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Temple prof denies leaking trade secrets to China, will stand trial

 Xiaoxing Xi, the former chairman of Temple University's physics department, pleaded not guilty Thursday to charges of illegally sharing sensitive U.S. technology with entities in China. (NewsWorks file photo)

Xiaoxing Xi, the former chairman of Temple University's physics department, pleaded not guilty Thursday to charges of illegally sharing sensitive U.S. technology with entities in China. (NewsWorks file photo)

A Temple physics professor is denying that he shared trade secrets with China, his native country.

Federal prosecutors are charging the world-renowned technology expert with wire fraud and aiding and abetting for allegedly leaking sensitive information overseas.

Professor Xiaoxing Xi is a computer circuit expert who has researched how to improve computing speeds. Prosecutors say he leaked secret research information related to superconductors in a project funded by the Department of Defense to explore acceleration of computer circuit speeds.

Xi’s actions, federal officials say, occurred from 2004 to 20012, and included sharing secret information with associates and the Chinese government, despite signing confidentiality agreements, according to the indictment. It was, prosecutors say, “an effort to help Chinese entities become world leaders in the field of superconductivity.” 

It was a scheme to land a lucrative job in China, according to the U.S. attorney’s office.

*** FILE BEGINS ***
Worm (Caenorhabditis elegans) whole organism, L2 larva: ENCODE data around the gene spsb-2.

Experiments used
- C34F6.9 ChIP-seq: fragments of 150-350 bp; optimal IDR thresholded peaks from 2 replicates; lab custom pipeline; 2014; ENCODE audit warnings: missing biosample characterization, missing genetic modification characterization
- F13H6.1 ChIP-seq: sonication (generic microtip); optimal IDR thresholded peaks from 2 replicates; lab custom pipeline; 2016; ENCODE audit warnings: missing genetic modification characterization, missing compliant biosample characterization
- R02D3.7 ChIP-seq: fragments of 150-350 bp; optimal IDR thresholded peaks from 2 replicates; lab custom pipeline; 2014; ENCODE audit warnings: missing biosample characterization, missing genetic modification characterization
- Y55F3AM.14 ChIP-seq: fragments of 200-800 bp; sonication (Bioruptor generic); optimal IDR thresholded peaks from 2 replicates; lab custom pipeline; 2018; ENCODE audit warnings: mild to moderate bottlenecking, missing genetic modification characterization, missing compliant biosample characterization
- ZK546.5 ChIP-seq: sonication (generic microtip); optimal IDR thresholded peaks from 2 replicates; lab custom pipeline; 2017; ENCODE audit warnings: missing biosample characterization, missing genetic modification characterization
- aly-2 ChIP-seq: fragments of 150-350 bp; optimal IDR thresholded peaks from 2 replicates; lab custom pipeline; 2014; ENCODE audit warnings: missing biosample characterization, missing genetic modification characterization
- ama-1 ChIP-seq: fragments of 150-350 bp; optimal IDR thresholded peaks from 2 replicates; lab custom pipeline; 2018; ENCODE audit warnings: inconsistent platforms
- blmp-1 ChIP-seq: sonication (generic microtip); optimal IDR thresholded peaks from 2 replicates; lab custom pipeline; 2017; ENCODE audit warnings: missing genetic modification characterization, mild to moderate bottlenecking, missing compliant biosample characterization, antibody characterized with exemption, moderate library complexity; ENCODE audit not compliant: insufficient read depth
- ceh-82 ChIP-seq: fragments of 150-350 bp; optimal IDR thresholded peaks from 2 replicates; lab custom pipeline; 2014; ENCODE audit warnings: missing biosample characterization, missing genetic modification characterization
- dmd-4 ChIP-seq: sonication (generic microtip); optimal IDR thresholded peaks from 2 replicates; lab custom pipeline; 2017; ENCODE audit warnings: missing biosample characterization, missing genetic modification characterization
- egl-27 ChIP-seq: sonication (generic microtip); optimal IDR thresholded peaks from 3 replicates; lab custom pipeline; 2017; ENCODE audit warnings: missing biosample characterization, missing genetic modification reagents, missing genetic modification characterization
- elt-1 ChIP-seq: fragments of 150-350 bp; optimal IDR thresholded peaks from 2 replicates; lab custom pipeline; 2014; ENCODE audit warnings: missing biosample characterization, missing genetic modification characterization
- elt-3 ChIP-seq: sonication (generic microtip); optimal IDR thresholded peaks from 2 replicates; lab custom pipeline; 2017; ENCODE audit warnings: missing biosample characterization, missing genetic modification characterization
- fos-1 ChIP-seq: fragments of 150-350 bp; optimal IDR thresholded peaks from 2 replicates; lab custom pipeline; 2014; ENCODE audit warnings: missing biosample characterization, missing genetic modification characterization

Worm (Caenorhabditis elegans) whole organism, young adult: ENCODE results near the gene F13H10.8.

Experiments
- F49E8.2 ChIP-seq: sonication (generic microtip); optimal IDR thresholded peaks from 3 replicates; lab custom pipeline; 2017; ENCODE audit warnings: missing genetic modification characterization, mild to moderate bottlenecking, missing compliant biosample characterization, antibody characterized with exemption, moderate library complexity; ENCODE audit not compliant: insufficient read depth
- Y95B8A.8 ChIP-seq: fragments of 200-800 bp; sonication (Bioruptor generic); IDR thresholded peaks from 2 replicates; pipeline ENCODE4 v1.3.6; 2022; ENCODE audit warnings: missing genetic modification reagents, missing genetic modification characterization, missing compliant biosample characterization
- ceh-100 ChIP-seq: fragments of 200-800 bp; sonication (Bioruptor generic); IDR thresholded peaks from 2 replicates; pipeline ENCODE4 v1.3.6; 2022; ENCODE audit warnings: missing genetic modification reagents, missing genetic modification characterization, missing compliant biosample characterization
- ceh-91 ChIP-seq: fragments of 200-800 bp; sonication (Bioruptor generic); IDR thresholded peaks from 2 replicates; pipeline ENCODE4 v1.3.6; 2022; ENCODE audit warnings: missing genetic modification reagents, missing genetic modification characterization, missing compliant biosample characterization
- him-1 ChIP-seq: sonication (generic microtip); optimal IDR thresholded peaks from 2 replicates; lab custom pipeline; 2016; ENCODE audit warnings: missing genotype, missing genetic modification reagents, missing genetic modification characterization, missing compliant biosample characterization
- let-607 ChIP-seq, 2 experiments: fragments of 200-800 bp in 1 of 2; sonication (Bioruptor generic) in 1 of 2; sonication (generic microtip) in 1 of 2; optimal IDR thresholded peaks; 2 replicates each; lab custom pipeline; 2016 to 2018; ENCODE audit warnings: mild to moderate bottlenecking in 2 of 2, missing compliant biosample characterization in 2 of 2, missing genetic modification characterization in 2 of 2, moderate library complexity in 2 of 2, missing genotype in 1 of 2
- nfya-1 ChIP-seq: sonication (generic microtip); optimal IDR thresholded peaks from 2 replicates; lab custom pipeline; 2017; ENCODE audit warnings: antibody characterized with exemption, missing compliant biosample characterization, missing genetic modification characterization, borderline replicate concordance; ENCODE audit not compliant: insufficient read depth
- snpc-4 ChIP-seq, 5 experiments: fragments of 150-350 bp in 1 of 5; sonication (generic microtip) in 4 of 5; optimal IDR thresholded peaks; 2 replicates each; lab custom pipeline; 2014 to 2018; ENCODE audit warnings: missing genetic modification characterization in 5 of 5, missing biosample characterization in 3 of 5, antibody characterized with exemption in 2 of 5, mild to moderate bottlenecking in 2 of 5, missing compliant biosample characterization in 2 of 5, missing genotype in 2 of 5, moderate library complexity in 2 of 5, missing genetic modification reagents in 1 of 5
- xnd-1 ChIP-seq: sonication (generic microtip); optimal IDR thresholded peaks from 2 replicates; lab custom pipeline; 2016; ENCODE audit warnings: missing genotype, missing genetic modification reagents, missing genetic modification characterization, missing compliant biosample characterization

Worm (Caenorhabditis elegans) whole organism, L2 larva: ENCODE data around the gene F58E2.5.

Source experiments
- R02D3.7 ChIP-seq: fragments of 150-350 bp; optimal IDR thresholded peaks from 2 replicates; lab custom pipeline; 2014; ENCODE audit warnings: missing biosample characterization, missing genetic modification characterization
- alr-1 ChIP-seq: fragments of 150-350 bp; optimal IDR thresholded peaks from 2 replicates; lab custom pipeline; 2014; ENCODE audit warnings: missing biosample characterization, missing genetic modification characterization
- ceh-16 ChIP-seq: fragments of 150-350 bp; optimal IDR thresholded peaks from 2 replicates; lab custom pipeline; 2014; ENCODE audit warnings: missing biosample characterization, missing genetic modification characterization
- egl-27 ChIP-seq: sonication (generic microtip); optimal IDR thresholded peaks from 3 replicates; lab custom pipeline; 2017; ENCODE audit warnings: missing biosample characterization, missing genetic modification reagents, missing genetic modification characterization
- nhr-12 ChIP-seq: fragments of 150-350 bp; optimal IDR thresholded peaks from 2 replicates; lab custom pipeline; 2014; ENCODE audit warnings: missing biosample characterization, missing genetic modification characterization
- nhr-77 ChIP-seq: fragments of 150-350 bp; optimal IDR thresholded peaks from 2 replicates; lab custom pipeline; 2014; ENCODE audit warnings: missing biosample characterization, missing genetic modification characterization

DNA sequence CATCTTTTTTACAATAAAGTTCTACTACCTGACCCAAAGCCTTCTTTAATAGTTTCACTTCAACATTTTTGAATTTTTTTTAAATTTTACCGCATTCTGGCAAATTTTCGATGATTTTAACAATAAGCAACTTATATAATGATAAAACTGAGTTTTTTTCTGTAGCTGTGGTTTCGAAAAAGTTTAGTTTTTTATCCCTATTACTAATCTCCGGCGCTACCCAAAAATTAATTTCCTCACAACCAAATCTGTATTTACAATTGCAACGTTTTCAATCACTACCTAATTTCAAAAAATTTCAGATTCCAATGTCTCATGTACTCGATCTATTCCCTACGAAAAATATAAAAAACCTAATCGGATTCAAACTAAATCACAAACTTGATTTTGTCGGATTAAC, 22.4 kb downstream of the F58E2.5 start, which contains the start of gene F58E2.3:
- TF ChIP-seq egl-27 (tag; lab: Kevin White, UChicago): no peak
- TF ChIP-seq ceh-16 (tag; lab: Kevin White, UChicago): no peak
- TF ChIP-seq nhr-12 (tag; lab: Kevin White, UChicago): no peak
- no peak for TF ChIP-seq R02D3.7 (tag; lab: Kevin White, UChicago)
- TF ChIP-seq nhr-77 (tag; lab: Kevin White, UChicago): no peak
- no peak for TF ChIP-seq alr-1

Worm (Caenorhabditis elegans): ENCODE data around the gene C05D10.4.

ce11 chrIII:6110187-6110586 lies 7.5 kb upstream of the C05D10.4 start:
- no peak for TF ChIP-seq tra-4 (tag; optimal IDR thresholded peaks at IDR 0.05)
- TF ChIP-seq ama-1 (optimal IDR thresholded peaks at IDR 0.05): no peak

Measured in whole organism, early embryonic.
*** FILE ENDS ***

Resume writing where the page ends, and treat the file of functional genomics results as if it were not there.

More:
Xi faces a theoretical maximum sentence of 80 years in prison, but his actual punishment, if convicted, would likely be much shorter.

Experts view the charges as part of a broader strategy adopted by the Justice Department that has placed pressure on federal district offices to nab individuals suspected of leaking trade secrets.

When Xi went scouting for an attorney, Peter Zeidenberg, a Washington, D.C.-based former prosecutor, was a good bet. In one high-profile case, Zeidenberg was able to unravel the government’s theory that a trade secret had been surreptitiously sent to China.

An Ohio woman working for the National Weather Service, originally from China, was vindicated after prosecutors dismissed her espionage charges in March with the help of Zeidenberg. 

The government’s case against that woman and the one against Xi are similar, although the charges are different. Still, in both cases, prosecutors allege sensitive information was leaked to China to give the country an edge in technological research.

Zeidenberg said the charges against Xi, like those in the Ohio case, rest on sketchy and inconclusive evidence.

“I find it very hard to imagine that if this was a French company, if these emails were with a French company, that this would have ever have gotten any attention from anyone,” he said.

Xi, now free on $100,000 bail, has been arraigned and is awaiting a trial date. He will not be serving as the chair of Temple’s physics department while he deals with the charges.

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